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Henry Fox Talbot
Fac-simile of an Old Printed Page
[The Pencil of Nature, Part 2, pl. 9]
Hans P. Kraus, Jr., Inc.
Taken from the reproductions in Larry J. Schaaf, H. Fox Talbot's The Pencil of Nature; Anniversary Facsimile (New York: Hans P. Kraus, Jr. Inc., 1989). The originals selected for this publication were the best single examples available for each plate. Not to be reproduced without permission of H.P. Kraus, Jr.
Taken from a black-letter volume in the Author's library, containing the statutes of Richard the Second, written in Norman French. To the Antiquarian this application of the photographic art seems destined to be of great advantage.
Copied of the size of the original, by the method of superposition.
H. Fox Talbot, The Pencil of Nature, (London: Longman, Brown, Green and Longmans, 1844)
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The Pencil of Nature. By Henry Fox Talbot, F.R.S. Parts I. and II. Longman & Co,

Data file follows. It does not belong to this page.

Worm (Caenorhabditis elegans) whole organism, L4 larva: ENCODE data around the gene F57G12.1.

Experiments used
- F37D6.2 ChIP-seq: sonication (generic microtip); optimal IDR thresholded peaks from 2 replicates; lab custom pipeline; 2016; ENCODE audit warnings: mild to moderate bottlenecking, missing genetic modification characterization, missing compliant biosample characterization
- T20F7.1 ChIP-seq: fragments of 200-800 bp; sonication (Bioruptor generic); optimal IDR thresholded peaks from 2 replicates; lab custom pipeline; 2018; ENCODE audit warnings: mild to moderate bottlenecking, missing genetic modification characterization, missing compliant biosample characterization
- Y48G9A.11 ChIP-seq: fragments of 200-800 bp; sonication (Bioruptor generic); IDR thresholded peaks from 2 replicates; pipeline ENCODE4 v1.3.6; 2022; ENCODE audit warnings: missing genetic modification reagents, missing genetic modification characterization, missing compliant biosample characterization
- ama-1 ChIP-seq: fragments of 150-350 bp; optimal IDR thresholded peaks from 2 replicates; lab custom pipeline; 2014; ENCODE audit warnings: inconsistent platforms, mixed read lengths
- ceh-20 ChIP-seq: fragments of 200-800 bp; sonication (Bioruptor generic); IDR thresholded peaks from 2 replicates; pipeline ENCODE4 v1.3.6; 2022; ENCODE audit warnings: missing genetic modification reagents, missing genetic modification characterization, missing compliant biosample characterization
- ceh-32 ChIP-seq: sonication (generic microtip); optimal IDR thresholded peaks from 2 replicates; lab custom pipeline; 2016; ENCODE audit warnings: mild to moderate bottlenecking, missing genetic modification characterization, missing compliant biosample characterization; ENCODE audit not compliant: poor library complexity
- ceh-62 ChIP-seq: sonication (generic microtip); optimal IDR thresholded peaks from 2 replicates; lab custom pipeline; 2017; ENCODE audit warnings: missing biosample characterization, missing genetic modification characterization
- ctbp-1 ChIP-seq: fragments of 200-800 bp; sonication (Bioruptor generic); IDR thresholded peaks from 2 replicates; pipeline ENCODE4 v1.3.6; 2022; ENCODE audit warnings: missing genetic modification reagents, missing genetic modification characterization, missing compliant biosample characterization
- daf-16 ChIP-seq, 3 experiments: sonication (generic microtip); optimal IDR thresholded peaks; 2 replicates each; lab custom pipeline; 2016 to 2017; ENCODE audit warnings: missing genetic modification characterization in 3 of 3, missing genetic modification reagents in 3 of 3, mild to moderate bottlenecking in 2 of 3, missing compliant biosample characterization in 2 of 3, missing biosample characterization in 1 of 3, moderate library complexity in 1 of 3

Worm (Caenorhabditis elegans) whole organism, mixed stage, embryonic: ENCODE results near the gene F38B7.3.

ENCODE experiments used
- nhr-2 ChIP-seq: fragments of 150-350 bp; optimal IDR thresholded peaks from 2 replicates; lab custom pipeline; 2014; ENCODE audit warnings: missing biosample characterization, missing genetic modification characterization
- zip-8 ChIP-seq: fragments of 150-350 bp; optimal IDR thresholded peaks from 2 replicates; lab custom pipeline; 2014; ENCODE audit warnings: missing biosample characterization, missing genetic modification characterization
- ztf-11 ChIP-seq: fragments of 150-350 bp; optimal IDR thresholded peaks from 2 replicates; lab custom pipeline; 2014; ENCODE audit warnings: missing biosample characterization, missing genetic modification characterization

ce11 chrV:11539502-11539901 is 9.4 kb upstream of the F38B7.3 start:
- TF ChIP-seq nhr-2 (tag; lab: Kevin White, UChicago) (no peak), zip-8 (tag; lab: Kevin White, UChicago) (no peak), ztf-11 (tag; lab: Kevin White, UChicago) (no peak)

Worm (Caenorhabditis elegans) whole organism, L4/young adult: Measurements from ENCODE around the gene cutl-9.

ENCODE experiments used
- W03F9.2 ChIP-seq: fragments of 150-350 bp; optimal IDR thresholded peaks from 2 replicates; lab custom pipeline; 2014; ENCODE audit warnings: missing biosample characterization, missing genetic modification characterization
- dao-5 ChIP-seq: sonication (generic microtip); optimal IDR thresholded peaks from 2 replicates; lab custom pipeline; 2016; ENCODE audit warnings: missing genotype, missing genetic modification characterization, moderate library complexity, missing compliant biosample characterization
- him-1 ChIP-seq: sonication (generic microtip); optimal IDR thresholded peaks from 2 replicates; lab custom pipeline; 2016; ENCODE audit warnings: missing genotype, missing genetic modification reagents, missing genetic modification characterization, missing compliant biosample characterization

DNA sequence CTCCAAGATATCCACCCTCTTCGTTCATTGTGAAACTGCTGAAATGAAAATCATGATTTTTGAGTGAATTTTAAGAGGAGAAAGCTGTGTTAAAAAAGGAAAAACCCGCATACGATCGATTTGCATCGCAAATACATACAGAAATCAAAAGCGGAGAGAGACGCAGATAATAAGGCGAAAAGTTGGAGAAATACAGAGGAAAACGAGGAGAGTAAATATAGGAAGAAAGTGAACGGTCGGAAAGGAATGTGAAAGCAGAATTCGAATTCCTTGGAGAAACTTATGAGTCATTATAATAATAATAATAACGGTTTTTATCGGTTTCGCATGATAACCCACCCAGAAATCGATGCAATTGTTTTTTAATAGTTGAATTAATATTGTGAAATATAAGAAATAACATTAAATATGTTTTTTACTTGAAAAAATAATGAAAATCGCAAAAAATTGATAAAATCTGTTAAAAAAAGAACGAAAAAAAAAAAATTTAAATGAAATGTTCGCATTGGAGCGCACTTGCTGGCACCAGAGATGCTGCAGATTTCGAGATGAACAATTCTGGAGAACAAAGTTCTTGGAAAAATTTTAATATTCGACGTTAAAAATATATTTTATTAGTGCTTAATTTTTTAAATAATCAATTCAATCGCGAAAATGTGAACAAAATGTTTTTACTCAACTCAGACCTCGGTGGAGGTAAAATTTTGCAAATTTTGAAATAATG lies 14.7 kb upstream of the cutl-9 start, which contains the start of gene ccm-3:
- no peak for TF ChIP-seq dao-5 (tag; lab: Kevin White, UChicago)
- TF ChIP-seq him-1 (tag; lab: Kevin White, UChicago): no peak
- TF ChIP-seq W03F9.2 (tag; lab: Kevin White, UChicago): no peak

The ' Pencil of Nature' is the first attempt at photographic publication. Daguerreotype plates have been etched, but as yet no etching process has been entirely successful with them. Skilful artists, indeed, have engraved them, and from these engraved plates prints have been taken and sold as Daguerreotypes; but until Mr. Fox Talbot made this experiment, no productions, which have been entirely the result of solar influence, have passed through the publishers to the public. The experiment of photographically illustrated books is now before the world; and all who see Mr. Talbot's publication will be convinced that the promise of the art is great, and its utility and excellence, in many respects, of a high order. Whilst the French have attended only to the Daguerreotype process, and stuck to the silver plates, the English, following in the footsteps of Mr. Talbot, have diligently sought after processes of equal sensibility on paper; and their zeal in the inquiry has been well rewarded : we now possess several preparations capable of receiving images with equal rapidity with the Daguerreotype; and for the cumbrous metal, we substitute the more convenient material, paper.
This process possesses the great advantages of giving us after we have procured and well fixed a good original any number of pictures of equal excellence and of unvarying fidelity, which is impossible with the Daguerreotype.
The Eclectic Magazine of Foreign Literature, Science, and Art, Volume 4, April, 1845, p.572
Larry J. Schaaf, H. Fox Talbot's The Pencil of Nature; Anniversary Facsimile (New York: Hans P. Kraus, Jr. Inc., 1989).